TOKYO (Reuters) - Japan should not give up the right to intervene in currency markets if the yen sharply rises as it will threaten the nation's economy, a key economic adviser to Prime Minister Shinzo Abe said on Tuesday, after Britain's vote to exit the European Union caused market turmoil.

Koichi Hamada, an emeritus professor of economics at Yale University, told Reuters the Bank of Japan's monetary policy was working but stimulus steps should be expanded if the yen firms further, thus, hurting the economy.

"Japan should not give up the right to intervene in the forex market in extreme situations, namely when the yen rises sharply," said Hamada, a special adviser to the Cabinet.

Japanese authorities last intervened in the currency market in 2011 to restrain the strong yen.

The yen firmed to 99.00 yen <JPY=EBS> per dollar on Friday, its strongest against the dollar since November 2013 as investors flocked to the safe-haven currency in the wake of Brexit. It was trading around 102.00 yen on Tuesday. [FRX/]

He said the United States may not like weakening of the yen for Japan's own economic prosperity, nor would Washington be happy if Japan's monetary policy influences exchange rates.

"Japan's monetary authority has the right to smooth extreme exchange rate fluctuations by intervention, and influence over the course of exchange rate by monetary policy pursuing its macroeconomic objectives," he said.

He added that interventions should be restricted to counter abnormal moves that are regarded as created by speculators.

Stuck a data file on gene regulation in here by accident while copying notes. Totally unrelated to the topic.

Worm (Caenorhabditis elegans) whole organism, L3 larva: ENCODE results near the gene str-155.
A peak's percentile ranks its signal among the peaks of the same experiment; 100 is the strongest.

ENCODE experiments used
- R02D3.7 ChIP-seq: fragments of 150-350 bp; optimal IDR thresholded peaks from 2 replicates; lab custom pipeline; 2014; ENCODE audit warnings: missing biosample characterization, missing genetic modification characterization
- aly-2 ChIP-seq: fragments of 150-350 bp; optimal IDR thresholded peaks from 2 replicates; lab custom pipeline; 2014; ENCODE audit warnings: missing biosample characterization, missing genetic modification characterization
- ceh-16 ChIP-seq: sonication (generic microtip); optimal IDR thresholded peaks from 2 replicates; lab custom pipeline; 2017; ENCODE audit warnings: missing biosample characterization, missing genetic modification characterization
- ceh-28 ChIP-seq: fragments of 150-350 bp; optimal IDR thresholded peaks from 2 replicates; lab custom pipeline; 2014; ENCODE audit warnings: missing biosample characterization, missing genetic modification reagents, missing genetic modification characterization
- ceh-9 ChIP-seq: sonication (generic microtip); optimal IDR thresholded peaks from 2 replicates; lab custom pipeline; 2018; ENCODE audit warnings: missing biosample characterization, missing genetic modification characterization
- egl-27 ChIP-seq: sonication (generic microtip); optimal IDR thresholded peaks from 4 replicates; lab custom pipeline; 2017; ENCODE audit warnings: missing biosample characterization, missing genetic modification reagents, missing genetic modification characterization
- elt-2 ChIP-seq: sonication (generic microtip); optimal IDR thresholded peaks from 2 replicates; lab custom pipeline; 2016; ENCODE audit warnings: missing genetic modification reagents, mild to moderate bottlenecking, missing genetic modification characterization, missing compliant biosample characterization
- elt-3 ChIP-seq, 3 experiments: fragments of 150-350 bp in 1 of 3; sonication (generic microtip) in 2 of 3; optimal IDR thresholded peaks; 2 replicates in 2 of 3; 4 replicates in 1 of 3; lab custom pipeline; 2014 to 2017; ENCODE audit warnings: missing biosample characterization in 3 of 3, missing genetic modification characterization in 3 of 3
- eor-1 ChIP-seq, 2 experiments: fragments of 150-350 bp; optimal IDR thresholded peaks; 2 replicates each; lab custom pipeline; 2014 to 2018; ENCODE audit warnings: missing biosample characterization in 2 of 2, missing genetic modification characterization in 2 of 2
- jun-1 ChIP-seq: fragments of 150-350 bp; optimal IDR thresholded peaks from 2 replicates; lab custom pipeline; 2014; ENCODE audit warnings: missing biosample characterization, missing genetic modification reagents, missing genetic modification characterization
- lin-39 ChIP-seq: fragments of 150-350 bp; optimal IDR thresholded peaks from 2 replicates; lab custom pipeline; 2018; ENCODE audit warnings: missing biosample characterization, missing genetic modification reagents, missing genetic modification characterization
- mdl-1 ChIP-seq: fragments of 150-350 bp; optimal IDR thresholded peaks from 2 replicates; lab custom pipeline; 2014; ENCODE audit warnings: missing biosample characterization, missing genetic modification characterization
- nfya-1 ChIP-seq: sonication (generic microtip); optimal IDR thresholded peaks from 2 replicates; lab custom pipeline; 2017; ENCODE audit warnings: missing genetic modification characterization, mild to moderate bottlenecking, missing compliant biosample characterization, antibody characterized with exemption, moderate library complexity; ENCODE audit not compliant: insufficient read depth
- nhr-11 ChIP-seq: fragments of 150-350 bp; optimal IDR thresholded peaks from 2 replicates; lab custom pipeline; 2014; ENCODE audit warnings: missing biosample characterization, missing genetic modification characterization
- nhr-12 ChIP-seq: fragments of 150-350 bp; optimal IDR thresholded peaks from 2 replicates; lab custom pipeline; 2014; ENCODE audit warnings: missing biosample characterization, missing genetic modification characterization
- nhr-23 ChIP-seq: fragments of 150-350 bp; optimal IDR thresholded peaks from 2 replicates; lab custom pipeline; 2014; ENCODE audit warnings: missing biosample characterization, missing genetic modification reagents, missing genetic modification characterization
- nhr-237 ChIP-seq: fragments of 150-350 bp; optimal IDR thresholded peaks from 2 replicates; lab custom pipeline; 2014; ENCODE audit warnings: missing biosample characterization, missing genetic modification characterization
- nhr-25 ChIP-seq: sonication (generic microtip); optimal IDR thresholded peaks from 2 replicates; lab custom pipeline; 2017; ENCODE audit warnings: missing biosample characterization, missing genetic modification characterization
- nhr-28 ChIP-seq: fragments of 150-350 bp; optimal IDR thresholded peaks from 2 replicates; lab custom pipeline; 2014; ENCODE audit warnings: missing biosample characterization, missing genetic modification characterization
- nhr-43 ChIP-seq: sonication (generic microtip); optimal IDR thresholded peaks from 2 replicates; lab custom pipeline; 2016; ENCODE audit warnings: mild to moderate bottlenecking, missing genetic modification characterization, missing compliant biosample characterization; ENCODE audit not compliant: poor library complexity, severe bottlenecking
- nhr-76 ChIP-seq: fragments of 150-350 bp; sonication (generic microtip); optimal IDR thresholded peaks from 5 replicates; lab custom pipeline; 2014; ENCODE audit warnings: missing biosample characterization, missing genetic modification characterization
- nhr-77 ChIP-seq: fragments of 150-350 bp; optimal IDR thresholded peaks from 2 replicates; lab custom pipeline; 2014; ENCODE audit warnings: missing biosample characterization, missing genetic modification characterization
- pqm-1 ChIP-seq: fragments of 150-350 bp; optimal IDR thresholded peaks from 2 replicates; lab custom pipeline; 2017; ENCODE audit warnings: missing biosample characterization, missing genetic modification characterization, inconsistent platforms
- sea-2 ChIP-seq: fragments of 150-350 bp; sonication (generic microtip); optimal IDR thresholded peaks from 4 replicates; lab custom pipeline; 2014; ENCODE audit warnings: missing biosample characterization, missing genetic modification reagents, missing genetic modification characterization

Shockwave on financial markets after the Brexit vote appeared to have subsided this week but Japanese policymakers remain ready to respond to a further sudden jump in the yen.

But markets are sceptical about Japan intervening in the market due to strong opposition from Washington.

U.S. Treasury Secretary Jack Lew said on Monday that market impact from Brexit has been orderly so far and unilateral action to intervene would be inappropriate.

"I think currency and stock markets overreacted to the shock caused by Brexit. I think the real effects of Brexit in the long run would not be as big as people fear now," Hamada said.

Group of Seven finance leaders vowed on Friday to continue to consult closely on market moves and financial stability and cooperate as appropriate, after Britain voted to exit the European Union.

The BOJ held off fresh easing last month but many analysts expect the central bank will adopt additional stimulus at its next policy meeting on July 28-29.

"If the job market deteriorates, the BOJ should respond with appropriate policy measures regardless of what the U.S. Treasury says," Hamada said.

(Reporting by Kaori Kaneko, Sumio Ito and Chang-Ran Kim; Editing by Jacqueline Wong)